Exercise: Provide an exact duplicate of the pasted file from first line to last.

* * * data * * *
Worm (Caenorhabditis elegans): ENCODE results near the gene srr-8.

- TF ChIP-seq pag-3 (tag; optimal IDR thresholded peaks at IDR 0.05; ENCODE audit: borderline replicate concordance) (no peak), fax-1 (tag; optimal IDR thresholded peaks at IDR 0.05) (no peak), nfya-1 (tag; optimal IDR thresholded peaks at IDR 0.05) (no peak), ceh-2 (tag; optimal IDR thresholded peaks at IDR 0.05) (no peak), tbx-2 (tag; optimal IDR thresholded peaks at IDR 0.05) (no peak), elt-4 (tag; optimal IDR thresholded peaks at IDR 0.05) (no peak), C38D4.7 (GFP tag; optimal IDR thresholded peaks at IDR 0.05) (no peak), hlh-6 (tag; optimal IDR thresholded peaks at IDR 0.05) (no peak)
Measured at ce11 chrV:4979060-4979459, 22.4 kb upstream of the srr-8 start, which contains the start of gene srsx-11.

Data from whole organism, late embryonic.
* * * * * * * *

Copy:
Worm (Caenorhabditis elegans): ENCODE results near the gene srr-8.

- TF ChIP-seq pag-3 (tag; optimal IDR thresholded peaks at IDR 0.05; ENCODE audit: borderline replicate concordance) (no peak), fax-1 (tag; optimal IDR thresholded peaks at IDR 0.05) (no peak), nfya-1 (tag; optimal IDR thresholded peaks at IDR 0.05) (no peak), ceh-2 (tag; optimal IDR thresholded peaks at IDR 0.05) (no peak), tbx-2 (tag; optimal IDR thresholded peaks at IDR 0.05) (no peak), elt-4 (tag; optimal IDR thresholded peaks at IDR 0.05) (no peak), C38D4.7 (GFP tag; optimal IDR thresholded peaks at IDR 0.05) (no peak), hlh-6 (tag; optimal IDR thresholded peaks at IDR 0.05) (no peak)
Measured at ce11 chrV:4979060-4979459, 22.4 kb upstream of the srr-8 start, which contains the start of gene srsx-11.

Data from whole organism, late embryonic.